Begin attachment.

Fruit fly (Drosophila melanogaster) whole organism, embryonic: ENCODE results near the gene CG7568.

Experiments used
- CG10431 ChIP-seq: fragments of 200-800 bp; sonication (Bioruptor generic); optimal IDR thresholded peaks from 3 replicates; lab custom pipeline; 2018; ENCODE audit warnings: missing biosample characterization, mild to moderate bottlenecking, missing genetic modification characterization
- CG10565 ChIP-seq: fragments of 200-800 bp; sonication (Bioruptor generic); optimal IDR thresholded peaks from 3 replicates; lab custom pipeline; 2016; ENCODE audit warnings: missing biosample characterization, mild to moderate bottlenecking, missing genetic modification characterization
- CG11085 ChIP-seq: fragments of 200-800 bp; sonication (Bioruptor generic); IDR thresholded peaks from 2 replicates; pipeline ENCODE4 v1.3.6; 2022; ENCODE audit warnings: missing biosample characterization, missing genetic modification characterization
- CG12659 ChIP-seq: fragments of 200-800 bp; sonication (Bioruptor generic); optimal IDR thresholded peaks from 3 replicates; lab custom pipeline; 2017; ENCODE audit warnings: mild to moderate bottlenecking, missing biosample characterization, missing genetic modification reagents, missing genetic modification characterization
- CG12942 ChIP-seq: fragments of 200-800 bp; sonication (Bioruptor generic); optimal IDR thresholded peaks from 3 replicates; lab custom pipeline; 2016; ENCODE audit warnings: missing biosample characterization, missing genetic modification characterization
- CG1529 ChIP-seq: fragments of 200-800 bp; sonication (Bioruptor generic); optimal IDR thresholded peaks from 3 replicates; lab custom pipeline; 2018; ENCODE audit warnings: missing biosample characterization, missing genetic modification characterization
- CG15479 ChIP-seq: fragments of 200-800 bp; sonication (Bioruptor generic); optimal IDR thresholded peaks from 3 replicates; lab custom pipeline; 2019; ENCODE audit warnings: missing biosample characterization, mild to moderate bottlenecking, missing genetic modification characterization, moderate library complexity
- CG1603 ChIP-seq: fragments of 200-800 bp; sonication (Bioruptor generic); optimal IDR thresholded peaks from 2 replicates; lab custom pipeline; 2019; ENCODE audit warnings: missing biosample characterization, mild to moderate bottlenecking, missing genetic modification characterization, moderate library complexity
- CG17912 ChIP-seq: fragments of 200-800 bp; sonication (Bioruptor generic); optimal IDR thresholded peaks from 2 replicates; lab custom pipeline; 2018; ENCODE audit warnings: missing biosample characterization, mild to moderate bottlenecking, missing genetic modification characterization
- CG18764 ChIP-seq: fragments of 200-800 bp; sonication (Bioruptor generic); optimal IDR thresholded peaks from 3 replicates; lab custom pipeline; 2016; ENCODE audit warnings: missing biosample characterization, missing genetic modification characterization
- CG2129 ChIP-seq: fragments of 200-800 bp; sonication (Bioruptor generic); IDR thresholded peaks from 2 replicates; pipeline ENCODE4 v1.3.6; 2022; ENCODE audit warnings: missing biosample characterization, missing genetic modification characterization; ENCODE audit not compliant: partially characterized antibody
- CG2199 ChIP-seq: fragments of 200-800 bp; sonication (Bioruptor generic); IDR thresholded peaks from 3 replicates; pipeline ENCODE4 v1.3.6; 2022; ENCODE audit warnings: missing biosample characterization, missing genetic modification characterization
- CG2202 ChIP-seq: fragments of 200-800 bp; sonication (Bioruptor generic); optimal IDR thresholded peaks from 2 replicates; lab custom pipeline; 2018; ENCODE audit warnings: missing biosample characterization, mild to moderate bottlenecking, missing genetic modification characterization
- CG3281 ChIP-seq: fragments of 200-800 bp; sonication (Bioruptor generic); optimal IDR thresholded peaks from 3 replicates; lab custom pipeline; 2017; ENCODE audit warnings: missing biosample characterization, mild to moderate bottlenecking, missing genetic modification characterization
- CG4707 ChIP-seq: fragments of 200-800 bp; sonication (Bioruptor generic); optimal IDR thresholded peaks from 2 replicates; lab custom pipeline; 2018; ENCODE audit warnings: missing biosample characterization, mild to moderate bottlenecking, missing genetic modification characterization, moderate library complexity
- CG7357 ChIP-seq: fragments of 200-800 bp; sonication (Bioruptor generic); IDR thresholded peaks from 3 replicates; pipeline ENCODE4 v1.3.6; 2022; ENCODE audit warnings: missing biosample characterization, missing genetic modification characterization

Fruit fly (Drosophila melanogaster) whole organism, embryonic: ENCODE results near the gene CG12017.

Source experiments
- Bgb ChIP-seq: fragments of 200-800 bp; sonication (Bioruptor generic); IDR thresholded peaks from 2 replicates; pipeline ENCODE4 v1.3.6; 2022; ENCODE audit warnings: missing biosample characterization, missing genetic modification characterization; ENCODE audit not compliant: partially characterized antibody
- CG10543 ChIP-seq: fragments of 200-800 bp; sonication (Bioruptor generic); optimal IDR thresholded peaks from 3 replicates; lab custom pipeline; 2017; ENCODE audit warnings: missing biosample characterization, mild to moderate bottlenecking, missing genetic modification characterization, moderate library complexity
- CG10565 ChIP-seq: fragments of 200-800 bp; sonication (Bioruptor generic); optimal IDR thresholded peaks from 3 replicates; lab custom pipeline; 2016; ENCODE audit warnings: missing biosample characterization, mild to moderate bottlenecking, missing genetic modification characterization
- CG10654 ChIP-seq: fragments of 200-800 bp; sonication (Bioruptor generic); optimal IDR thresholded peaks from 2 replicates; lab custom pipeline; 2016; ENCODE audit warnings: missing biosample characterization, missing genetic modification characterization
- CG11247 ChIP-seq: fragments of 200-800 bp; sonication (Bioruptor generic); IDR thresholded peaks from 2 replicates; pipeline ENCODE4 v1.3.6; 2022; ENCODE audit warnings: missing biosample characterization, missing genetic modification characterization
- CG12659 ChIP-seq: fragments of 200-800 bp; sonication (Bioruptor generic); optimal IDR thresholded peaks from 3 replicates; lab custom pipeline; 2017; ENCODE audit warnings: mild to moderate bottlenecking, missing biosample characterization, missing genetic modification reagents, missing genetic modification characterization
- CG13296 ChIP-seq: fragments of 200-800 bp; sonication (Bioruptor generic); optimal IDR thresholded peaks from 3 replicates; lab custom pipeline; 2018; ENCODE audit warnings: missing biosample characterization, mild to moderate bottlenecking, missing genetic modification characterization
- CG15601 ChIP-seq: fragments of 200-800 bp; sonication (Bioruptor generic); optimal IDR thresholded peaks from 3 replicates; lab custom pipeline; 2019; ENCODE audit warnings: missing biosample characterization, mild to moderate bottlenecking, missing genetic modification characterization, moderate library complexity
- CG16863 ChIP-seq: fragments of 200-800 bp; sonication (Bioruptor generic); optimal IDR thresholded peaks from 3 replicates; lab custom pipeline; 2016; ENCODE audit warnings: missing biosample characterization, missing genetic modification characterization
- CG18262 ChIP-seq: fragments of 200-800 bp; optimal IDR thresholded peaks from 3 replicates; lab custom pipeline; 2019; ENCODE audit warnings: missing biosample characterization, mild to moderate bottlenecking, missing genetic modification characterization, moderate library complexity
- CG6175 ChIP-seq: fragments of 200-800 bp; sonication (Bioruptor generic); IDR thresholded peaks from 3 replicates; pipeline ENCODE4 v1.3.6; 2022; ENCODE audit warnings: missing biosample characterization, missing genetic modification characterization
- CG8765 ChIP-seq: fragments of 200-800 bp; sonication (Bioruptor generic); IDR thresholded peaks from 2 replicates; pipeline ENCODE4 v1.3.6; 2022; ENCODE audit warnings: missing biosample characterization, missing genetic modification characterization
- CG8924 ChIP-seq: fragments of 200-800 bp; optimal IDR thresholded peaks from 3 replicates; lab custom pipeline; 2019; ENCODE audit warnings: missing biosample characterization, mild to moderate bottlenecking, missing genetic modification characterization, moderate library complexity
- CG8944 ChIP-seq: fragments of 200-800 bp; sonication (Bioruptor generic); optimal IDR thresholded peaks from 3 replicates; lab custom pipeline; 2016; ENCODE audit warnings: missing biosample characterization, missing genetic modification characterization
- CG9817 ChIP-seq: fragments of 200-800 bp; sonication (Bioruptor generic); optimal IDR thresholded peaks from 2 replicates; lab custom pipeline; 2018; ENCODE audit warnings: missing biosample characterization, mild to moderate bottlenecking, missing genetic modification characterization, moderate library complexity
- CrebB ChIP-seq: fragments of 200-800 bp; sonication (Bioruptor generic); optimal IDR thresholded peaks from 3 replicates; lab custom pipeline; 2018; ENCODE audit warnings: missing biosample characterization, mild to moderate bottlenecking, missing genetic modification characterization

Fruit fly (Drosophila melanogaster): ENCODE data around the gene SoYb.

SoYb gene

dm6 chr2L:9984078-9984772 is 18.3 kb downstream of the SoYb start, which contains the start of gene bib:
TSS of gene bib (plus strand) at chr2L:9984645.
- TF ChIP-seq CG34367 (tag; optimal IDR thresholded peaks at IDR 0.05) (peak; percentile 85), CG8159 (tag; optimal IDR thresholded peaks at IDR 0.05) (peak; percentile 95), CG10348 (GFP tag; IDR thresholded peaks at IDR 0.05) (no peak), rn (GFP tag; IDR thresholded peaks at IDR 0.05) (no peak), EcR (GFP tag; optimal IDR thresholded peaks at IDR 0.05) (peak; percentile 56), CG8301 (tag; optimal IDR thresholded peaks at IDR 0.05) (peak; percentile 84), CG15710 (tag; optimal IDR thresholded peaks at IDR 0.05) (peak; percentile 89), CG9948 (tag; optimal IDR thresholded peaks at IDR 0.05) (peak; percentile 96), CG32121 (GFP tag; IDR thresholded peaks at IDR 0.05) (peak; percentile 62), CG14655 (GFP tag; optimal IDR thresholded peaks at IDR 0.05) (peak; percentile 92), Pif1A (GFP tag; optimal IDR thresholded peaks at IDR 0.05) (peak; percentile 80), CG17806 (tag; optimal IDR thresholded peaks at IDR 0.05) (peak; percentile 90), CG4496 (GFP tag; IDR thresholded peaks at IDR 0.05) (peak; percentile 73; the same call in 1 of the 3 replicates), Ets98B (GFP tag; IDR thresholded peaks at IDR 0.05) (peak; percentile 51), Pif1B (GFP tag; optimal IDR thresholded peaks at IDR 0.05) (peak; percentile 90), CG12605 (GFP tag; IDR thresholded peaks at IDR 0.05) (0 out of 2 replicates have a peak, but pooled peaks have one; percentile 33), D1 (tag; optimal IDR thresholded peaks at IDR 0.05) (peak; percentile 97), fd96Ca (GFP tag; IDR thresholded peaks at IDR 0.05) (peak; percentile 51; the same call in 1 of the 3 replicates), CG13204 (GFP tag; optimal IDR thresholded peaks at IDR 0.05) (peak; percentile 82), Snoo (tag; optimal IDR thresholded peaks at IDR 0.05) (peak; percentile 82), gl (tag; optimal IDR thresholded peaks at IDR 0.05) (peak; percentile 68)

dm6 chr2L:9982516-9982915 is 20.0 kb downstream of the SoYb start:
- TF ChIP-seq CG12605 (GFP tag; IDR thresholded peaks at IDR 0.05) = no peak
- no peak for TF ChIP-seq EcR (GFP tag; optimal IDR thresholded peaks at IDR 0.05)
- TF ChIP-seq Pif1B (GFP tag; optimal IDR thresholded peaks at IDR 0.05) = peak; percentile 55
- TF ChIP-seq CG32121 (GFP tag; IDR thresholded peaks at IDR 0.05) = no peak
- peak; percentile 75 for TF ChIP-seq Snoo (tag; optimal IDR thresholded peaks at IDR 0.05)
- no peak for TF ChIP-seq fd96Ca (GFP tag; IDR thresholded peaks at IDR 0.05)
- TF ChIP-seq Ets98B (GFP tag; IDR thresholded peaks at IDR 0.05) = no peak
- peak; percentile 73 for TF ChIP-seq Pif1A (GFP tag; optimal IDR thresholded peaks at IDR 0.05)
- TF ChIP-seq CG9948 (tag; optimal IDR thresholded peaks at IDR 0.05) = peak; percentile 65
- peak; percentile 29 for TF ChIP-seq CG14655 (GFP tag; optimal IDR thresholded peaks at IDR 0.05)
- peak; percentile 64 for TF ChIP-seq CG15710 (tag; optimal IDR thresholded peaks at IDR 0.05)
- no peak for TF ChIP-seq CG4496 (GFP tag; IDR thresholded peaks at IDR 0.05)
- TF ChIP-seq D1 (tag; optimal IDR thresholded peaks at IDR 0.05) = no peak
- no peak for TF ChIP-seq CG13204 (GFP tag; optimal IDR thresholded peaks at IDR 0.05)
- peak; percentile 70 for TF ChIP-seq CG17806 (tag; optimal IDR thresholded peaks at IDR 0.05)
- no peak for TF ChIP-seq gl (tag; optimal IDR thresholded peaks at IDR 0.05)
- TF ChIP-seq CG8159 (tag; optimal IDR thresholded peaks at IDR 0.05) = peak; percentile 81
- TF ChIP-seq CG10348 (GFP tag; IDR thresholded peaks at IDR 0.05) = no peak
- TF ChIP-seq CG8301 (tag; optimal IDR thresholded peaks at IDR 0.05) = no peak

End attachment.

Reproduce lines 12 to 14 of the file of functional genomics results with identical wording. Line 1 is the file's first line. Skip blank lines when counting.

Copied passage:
- CG18764 ChIP-seq: fragments of 200-800 bp; sonication (Bioruptor generic); optimal IDR thresholded peaks from 3 replicates; lab custom pipeline; 2016; ENCODE audit warnings: missing biosample characterization, missing genetic modification characterization
- CG2129 ChIP-seq: fragments of 200-800 bp; sonication (Bioruptor generic); IDR thresholded peaks from 2 replicates; pipeline ENCODE4 v1.3.6; 2022; ENCODE audit warnings: missing biosample characterization, missing genetic modification characterization; ENCODE audit not compliant: partially characterized antibody
- CG2199 ChIP-seq: fragments of 200-800 bp; sonication (Bioruptor generic); IDR thresholded peaks from 3 replicates; pipeline ENCODE4 v1.3.6; 2022; ENCODE audit warnings: missing biosample characterization, missing genetic modification characterization